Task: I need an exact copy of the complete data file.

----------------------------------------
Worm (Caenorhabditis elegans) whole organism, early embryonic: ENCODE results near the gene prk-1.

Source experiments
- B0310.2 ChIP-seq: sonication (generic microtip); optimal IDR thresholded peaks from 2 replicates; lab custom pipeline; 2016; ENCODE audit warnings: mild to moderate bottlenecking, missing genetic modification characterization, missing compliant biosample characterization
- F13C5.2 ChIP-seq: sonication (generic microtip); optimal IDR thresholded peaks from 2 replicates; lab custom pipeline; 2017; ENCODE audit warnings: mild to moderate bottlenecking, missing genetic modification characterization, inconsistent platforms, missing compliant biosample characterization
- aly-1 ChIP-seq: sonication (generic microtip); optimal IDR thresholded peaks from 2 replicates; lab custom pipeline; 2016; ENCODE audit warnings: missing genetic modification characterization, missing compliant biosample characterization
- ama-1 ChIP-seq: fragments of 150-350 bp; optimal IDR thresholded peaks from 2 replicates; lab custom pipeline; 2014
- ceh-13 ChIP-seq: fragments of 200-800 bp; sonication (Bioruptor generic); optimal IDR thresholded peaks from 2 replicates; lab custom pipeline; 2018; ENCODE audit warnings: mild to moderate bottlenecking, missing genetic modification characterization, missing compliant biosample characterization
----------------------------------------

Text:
Worm (Caenorhabditis elegans) whole organism, early embryonic: ENCODE results near the gene prk-1.

Source experiments
- B0310.2 ChIP-seq: sonication (generic microtip); optimal IDR thresholded peaks from 2 replicates; lab custom pipeline; 2016; ENCODE audit warnings: mild to moderate bottlenecking, missing genetic modification characterization, missing compliant biosample characterization
- F13C5.2 ChIP-seq: sonication (generic microtip); optimal IDR thresholded peaks from 2 replicates; lab custom pipeline; 2017; ENCODE audit warnings: mild to moderate bottlenecking, missing genetic modification characterization, inconsistent platforms, missing compliant biosample characterization
- aly-1 ChIP-seq: sonication (generic microtip); optimal IDR thresholded peaks from 2 replicates; lab custom pipeline; 2016; ENCODE audit warnings: missing genetic modification characterization, missing compliant biosample characterization
- ama-1 ChIP-seq: fragments of 150-350 bp; optimal IDR thresholded peaks from 2 replicates; lab custom pipeline; 2014
- ceh-13 ChIP-seq: fragments of 200-800 bp; sonication (Bioruptor generic); optimal IDR thresholded peaks from 2 replicates; lab custom pipeline; 2018; ENCODE audit warnings: mild to moderate bottlenecking, missing genetic modification characterization, missing compliant biosample characterization